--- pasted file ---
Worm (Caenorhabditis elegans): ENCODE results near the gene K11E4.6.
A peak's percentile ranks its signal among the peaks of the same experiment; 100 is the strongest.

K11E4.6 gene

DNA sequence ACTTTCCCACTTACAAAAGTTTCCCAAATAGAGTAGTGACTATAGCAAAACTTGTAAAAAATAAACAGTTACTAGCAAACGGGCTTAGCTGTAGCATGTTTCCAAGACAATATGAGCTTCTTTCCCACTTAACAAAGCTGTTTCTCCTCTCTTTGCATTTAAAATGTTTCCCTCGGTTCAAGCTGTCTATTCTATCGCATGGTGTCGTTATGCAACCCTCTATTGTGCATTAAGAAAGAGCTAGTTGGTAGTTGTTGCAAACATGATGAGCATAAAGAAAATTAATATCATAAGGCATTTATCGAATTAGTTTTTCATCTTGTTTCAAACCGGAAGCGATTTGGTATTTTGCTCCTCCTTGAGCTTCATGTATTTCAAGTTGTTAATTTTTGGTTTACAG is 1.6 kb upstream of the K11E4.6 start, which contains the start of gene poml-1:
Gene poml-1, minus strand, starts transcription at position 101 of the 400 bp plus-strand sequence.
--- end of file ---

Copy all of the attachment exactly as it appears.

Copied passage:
Worm (Caenorhabditis elegans): ENCODE results near the gene K11E4.6.
A peak's percentile ranks its signal among the peaks of the same experiment; 100 is the strongest.

K11E4.6 gene

DNA sequence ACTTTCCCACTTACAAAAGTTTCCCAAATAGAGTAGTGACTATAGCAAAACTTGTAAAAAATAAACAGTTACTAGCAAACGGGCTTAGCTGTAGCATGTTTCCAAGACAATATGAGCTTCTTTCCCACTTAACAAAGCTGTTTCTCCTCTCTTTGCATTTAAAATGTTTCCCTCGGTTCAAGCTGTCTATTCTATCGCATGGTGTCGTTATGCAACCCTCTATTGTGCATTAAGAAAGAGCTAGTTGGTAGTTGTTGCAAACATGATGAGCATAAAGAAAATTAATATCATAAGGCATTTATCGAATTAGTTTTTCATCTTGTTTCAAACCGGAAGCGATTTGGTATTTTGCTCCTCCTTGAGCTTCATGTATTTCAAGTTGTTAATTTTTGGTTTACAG is 1.6 kb upstream of the K11E4.6 start, which contains the start of gene poml-1:
Gene poml-1, minus strand, starts transcription at position 101 of the 400 bp plus-strand sequence.